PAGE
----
Treatment Interventions and Outcomes
RC patients were classified into two groups according to initial treatment modality. The RT group was composed of RC patients who received surgery and (neo)adjuvant external-beam RT, and the no RT (NRT) group was composed of patients who received surgery alone. To avoid bias caused by different modalities of RT, patients who received brachytherapy or combination RT were excluded from our analysis.
The primary outcome of the present study was to investigate the risk of development of a SBC more than one year after treatment of RC. The SEER program avoids the inclusion of recurrent disease of RC according to the ICD-O-3 guidelines. The follow-up for SBC started at 1 year after the initial treatment of RC and ended at the date of all-cause death, diagnosis of SBC, or reaching 30 years follow-up, whichever occurred first.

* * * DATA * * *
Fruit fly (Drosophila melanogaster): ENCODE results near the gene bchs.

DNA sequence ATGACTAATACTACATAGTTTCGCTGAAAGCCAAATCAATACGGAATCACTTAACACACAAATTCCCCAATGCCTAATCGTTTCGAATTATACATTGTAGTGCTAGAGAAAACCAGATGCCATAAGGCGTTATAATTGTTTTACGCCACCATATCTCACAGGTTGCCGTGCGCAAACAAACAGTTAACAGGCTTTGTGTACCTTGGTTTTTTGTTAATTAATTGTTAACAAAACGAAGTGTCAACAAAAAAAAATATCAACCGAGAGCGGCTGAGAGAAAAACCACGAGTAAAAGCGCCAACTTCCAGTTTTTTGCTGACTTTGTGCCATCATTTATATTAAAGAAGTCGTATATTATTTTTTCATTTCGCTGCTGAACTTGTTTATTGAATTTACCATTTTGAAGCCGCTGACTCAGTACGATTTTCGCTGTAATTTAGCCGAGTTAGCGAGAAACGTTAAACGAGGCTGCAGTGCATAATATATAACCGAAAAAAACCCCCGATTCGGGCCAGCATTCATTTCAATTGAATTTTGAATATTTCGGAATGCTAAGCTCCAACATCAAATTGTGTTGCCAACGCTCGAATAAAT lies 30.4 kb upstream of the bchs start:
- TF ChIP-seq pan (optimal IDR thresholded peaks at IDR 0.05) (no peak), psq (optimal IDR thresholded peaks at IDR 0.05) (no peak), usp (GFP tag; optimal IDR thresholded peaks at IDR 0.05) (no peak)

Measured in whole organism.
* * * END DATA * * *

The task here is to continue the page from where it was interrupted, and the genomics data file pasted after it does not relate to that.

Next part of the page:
The secondary outcome was to evaluate the 10-year overall survival (OS) and 10-year cancer specific survival (CSS) of SBC. The definition of OS was the time from SBC diagnosis to the date of all-cause death, and the definition of CSS was the time from SBC diagnosis to the date of SBC-cause death. The survival analysis was performed by using case-control design, in which each SBC patient who received RT was compared with each SBC patient who did not received RT or with five patients diagnosed with only primary BC (OPBC). The definition of OPBC was the patient diagnosed with only BC, without any other malignancies diagnosed during their lifetime.
Fine-Gray competing risk regression analysis was performed with SBC as an event and a non-SBC or all-cause death were considered competing events to estimate the hazard ratios (HRs) and 95% confidence intervals (CIs) of SBC occurrence after RC. The multivariable risk model was built by using a backward selection procedure with variables with P values less than 0.05 (two sided) in univariable analyses, which were considered statistically significant and included in multivariable analyses. This analysis was performed with R software (version 3.5.3).